LINCOLN, ABRAHAM, President. Engraved document signed in full as President, countersigned by Secretary of War Edwin M. Stanton, Washington, D.C., 1 July 1864. One page, large folio, ON FINE PARCHMENT, elaborately engraved and accomplished in manuscript, pale green seal of the United States at upper left, finely engraved with bold heading "The President of the United States," beneath which an American Eagle and the "E Pluribus Unum" motto, large vignette of crossed flags, cannons and other military paraphenalia at bottom, with small legend "Engraved by J. V .N. and C. H. Throop, Washn. City," signatures slightly pale, but in very good condition, appoints William H. Emory a Colonel in the Fifth Regiment of Cavalry.
LINCOLN'S APPOINTMENT OF A DISTINGUISHED "INDIAN FIGHTER" AND THE SURVEYOR OF THE CALIFORNIA-MEXICO BORDER
William Helmsley Emory (1811-1887), born in Maryland, graduated 14th in a class of 33 from the U.S. Military Academy in 1831 and served for five years with the 4th Artillery in various garrisons. Resigning in 1836, he studied civil engineering, was recommissioned in 1838 a Topographical Engineer, and commanded the northeastern boundary survey between the U.S. and Canada. Then, during the Mexican War, he saw action against the Indians with Kearny's California Expedition (where he was twice brevetted for gallantry), surveyed the California-Mexico border, was again brevetted, served in Kansas, and completed a Utah survey. At the outbreak of the Civil War, stationed at Fort Washita, Texas in command of the lst U.S. Cavalry, Emory routed and captured of the advance guard of the Texas Confederate militia before ordering his forces north to Fort Leavenworth. He resigned on 9 May, but a few days later was reappointed Lt. Colonel, 6th U.S. Cavalry. In a letter of June 17 (see Basler, 4:409) Lincoln specifically recommends Emory's promotion to full Colonel. And in a letter of 13 June to Secretary of War Cameron (Basler Suppl. 1:78, sold Christies, 14 May 1992, lot 108), the President specifically ordered that Emory be reinstated.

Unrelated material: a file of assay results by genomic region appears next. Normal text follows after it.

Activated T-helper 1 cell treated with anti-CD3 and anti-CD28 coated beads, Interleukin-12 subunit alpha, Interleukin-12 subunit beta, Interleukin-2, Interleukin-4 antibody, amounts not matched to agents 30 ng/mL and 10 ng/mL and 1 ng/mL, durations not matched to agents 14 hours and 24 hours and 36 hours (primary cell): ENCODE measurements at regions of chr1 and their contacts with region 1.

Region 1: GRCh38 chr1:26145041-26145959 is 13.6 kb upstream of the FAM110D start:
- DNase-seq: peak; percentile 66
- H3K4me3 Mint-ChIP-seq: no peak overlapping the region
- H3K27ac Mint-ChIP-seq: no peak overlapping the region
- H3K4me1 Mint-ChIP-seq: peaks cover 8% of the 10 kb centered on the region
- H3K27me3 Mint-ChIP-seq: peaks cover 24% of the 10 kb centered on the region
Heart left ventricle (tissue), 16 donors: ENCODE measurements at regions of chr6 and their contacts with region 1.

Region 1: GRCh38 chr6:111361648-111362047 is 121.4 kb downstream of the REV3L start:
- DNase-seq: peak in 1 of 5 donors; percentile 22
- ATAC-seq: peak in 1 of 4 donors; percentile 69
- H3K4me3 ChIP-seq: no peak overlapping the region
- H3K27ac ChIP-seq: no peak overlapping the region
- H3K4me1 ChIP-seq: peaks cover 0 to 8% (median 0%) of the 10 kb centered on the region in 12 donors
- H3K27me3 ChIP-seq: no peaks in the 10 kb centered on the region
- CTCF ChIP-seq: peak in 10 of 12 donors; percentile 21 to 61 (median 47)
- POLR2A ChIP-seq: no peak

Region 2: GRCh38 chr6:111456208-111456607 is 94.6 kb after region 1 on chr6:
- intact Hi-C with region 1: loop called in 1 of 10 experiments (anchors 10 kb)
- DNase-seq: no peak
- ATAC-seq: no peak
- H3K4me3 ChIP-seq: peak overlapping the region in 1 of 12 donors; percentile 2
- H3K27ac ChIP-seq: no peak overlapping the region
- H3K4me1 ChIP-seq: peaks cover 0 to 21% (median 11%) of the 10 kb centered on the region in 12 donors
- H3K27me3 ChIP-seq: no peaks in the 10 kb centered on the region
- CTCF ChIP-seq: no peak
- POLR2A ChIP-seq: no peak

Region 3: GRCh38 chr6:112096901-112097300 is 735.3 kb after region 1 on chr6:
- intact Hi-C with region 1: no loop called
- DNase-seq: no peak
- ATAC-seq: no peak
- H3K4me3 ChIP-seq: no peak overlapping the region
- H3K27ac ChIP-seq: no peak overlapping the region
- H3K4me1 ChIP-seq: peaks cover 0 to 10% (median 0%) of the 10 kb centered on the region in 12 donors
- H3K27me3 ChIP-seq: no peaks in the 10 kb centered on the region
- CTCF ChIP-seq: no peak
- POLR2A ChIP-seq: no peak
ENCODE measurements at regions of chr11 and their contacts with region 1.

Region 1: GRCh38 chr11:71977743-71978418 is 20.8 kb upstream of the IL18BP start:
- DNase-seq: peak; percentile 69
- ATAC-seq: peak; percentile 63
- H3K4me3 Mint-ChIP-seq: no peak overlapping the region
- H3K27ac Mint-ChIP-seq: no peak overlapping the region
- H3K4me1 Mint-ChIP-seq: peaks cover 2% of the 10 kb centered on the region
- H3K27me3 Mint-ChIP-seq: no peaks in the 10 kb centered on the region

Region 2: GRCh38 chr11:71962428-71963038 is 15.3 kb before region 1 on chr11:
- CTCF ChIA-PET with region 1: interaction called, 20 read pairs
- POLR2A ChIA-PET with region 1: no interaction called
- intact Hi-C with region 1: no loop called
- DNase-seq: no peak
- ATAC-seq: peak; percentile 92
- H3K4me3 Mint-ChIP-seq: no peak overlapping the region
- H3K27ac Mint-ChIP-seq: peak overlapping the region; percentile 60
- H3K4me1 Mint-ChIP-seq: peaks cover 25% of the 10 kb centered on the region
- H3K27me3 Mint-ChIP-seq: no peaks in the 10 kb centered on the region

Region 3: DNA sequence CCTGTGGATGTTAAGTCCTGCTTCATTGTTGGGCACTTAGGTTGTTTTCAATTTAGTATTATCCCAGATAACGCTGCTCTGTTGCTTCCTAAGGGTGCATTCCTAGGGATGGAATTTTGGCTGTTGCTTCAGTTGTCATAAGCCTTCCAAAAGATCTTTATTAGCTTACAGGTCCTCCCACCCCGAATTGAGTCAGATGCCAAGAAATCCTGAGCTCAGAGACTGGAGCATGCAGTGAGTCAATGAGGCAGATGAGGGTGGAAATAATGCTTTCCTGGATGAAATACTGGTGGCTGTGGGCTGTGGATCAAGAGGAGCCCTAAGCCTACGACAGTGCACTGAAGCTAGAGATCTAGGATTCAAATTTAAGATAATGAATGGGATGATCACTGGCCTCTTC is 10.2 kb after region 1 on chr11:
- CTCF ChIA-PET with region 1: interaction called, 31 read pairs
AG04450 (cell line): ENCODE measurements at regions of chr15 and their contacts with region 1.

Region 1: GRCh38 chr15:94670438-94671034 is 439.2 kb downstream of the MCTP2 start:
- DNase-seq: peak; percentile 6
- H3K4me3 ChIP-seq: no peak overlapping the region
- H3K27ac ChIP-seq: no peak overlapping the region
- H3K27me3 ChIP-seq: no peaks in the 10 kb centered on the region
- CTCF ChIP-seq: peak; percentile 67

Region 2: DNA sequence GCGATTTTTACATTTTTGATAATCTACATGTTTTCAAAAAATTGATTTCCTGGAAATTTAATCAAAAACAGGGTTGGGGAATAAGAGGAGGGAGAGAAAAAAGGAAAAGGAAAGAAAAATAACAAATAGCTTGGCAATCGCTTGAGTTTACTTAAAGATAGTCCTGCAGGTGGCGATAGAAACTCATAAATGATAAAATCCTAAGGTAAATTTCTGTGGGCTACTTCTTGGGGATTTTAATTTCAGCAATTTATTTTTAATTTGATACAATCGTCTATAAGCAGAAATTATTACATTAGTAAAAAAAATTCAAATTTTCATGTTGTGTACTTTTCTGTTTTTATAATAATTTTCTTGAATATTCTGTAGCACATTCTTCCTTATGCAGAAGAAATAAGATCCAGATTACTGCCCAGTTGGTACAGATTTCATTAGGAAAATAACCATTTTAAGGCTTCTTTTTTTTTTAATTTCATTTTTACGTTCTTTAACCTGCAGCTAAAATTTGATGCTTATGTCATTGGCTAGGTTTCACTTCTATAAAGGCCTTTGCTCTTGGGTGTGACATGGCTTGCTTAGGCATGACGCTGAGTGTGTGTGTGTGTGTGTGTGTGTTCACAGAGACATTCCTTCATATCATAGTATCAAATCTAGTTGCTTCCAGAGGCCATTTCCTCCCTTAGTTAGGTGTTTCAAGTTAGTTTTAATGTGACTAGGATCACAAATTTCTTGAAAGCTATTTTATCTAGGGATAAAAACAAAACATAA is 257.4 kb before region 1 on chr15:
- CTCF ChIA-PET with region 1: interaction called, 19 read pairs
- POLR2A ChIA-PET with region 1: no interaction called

Lincoln, it seems, read the man's credentials accurately, for Emory's subsequent war record, in various commands, was as distinguished as it was lengthy. He retired, a Brigadier General, in 1876. Sold with 1) Emory's commission as Major General of Volunteers, 10 March 1866, with stamped signature of Andrew Johnson 2) Emory's commission as Lieutenant Colonel by brevet "for valuable and distinguished services as Commissioner for running the Boundary Line between the United States and the Republic of Mexico," 26 June 1860, signed by President James Buchanan. (3)